This sad and shocking news has ignited debate and controversy within the BJJ community and the martial arts world more generally, with some excusing – at least in part – the actions of the alleged* rapists because:
the woman was drunk
the woman is alleged to have been sexually uninhibited in the past
bad things don’t just happen to ‘bad’ people / those who deserve it
it is a reasonable expectation for a woman to assume personal safety, as men do, during a drunken night out in the company of friends
As already noted by Megan and Georgette, there is pernicious victim-blaming at play in aspects of the discussion around this crime, which might seem at odds with the self defence rhetoric integral to martial arts and BJJ. I believe, however, that one of the most problematic aspects of self defence discourse is exactly its tendency to justify blaming the the victim. This was highlighted to me most clearly when I sought to share a ‘real life’ experience of a simple purse-snatching on the street, which I am in no way equating to this assault or any violent crime, but using as an example of victim-blaming in marial arts culture. While I’d hoped to offer an alternative perspective to the ‘this is how it will happen’ assertions of instructors and students alike, the discussion didn’t, as I’d hoped it might, reflect on the some of the masculine perspectives and fantasies that can inform discussions of ‘self defence’, but rather the emphasis was on my failings as a person and a martial artist. Be that as it may, I reject the fallacy that individuals who train are immune to being the victims of crime because of their ‘special powers’. I mean, the reason ‘Master Ken’ is funny, is because he hits pretty close to the mark.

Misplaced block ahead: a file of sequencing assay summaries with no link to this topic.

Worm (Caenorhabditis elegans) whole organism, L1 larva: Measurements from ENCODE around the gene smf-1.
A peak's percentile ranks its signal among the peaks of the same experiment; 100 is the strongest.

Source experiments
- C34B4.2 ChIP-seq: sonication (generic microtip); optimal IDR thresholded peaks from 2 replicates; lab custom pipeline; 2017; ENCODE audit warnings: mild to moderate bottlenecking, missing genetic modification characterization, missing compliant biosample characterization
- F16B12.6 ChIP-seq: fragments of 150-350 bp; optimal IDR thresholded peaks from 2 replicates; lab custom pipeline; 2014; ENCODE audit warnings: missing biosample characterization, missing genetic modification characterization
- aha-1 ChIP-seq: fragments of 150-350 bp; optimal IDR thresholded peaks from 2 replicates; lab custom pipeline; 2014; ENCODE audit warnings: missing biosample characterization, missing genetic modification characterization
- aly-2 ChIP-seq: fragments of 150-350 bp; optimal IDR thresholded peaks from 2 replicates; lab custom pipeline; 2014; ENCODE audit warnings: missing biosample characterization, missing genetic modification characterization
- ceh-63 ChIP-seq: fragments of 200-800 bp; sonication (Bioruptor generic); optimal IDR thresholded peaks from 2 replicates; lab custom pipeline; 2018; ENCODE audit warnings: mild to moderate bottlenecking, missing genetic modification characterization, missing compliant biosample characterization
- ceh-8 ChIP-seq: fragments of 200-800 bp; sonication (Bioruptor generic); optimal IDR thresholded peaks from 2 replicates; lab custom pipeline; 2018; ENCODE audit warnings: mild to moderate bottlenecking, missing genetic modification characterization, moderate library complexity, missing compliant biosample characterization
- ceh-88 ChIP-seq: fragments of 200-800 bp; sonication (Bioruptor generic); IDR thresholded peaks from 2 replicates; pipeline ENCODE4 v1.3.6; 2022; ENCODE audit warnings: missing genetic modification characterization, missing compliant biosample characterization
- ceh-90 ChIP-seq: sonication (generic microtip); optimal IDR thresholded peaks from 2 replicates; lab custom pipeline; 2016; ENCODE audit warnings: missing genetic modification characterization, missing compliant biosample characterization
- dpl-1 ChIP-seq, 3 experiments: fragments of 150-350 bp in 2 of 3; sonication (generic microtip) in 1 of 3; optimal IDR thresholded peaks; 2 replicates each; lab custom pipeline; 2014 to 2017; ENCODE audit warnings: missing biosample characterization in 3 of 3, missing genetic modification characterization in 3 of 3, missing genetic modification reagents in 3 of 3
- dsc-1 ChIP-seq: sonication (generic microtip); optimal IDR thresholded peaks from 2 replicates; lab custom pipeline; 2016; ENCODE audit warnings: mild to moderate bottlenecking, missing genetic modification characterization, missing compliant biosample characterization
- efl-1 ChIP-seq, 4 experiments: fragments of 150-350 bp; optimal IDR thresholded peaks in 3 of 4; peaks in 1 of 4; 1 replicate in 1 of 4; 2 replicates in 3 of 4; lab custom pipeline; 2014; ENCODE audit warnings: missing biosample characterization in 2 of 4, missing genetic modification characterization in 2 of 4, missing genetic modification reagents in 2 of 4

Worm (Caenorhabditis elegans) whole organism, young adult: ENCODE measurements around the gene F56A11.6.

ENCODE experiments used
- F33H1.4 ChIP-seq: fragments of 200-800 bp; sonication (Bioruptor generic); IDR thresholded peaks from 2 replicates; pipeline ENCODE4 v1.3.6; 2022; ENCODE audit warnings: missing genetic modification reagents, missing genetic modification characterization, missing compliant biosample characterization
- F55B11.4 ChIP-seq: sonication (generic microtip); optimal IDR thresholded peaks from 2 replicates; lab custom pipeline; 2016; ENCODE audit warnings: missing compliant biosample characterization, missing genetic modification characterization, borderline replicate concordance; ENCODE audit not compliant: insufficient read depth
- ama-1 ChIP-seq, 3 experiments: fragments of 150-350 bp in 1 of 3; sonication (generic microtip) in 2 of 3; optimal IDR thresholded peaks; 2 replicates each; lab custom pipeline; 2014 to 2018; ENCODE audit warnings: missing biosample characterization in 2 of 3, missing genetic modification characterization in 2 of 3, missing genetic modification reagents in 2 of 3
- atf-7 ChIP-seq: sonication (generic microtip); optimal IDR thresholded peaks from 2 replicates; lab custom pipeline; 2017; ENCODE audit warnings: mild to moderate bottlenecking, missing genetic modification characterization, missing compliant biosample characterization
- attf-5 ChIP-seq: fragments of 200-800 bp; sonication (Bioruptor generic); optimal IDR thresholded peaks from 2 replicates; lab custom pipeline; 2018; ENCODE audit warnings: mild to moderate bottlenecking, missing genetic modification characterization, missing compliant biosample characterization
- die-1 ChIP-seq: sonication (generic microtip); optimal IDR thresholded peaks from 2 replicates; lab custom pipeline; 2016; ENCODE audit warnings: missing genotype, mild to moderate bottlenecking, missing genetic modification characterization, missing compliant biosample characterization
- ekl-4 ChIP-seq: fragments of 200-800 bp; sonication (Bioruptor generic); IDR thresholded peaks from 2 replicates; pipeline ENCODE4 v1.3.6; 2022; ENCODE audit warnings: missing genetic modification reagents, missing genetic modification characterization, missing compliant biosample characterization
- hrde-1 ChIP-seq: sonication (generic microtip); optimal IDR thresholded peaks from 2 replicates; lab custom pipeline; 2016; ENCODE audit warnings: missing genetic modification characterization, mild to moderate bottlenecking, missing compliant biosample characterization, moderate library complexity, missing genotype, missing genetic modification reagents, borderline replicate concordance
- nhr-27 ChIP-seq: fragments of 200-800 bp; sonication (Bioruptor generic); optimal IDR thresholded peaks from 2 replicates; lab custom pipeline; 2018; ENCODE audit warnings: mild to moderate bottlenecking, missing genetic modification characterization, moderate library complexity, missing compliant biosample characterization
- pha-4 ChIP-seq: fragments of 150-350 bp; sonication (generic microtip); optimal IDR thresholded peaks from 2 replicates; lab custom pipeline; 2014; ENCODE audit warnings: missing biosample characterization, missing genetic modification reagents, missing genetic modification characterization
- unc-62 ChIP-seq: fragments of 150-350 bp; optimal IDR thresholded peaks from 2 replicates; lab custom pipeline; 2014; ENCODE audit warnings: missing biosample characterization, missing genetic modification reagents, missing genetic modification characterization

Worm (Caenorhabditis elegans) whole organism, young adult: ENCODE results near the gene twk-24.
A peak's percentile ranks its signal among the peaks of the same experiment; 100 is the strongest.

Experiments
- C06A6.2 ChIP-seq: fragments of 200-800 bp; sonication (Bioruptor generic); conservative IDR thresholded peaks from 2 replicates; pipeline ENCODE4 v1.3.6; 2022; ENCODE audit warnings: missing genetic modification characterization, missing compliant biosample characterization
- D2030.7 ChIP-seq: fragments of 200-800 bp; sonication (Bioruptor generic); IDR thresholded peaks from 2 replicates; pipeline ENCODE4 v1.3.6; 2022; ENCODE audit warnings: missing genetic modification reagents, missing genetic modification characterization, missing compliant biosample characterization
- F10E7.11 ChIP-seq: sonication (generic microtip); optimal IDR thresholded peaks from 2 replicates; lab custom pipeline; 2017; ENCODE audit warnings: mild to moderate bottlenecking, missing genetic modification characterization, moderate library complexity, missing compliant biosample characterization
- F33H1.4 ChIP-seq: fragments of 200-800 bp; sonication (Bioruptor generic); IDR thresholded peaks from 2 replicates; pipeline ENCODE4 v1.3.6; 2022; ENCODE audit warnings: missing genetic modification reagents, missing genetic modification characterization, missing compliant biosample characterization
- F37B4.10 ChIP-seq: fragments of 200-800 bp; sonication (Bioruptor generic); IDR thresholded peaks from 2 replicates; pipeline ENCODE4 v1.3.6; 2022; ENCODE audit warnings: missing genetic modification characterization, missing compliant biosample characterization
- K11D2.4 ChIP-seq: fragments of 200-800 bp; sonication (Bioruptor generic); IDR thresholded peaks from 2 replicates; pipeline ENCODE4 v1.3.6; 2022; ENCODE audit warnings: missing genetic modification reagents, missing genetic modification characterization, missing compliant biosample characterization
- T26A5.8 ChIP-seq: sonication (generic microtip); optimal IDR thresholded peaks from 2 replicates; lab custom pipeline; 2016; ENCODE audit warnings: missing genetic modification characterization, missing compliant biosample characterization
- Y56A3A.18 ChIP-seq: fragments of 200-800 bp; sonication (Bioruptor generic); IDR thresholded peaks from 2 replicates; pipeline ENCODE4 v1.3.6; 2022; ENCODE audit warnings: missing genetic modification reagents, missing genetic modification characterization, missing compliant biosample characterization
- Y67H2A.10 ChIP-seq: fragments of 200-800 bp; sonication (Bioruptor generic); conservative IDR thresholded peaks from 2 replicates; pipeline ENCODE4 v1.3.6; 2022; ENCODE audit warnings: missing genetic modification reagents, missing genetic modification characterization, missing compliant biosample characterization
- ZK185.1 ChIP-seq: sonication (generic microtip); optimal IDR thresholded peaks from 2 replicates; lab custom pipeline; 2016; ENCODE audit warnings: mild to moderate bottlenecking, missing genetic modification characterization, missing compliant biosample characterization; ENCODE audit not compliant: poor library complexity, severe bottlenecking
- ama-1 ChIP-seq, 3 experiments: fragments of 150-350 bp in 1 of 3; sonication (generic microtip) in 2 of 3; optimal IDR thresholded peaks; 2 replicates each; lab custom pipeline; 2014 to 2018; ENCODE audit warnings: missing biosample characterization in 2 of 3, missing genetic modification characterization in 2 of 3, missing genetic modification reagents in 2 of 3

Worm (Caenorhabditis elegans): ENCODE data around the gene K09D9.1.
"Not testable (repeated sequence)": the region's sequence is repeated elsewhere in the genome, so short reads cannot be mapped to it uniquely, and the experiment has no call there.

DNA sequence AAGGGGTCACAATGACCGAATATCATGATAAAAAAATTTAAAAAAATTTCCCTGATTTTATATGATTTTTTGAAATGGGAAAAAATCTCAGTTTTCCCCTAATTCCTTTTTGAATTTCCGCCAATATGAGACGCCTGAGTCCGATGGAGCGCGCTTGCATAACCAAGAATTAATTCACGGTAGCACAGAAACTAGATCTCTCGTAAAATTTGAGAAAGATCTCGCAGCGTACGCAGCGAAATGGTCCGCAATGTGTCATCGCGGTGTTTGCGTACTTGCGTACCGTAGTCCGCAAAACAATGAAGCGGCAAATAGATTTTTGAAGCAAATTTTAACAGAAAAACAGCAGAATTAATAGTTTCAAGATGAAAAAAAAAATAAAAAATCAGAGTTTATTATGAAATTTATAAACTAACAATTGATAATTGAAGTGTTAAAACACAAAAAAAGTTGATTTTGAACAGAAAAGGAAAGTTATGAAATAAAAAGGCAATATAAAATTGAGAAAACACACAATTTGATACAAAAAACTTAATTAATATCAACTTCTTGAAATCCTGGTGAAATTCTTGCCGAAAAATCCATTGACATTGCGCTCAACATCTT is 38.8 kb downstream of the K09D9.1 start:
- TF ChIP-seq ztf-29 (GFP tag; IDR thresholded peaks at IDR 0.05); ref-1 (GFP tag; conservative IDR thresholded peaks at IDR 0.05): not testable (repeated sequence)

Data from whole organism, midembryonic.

Sure, instructors and students can share valuable insights into likely scenarios based on their own experiences and research into violent crime, however, all too often discussions of likely scenarios are presented in a language of certainty. In turn, a (false) confidence in foretelling ‘what will happen’ can engender a belief among martial artists that they themselves can foresee, prepare for, and instantly respond to any and all situations in the manner of Jason Bourne. I believe it is this sort of thinking, prevalent within our community – the belief that danger can always be foreseen/avoided/countered – that helps to support, within the martial arts world, wider societal tendencies to blame the victim in cases of sexual violence.
There are alternative voices responding to this disgusting and tragic happening, and there have been some prominent (male) voices coming out in condemnation of this incident. Ryan Hall’s Open Letter to the Martial Arts Community and Rener and Ryron Gracies’s video response to the assault provide a lot of food for thought from the perspective of instructors and academy owners on the obligation to create a culture of love and service, rather than predation and domination within their clubs (something I’m proud to say is a central priority for my instructor, Dave Birkett and his club, Dartford BJJ).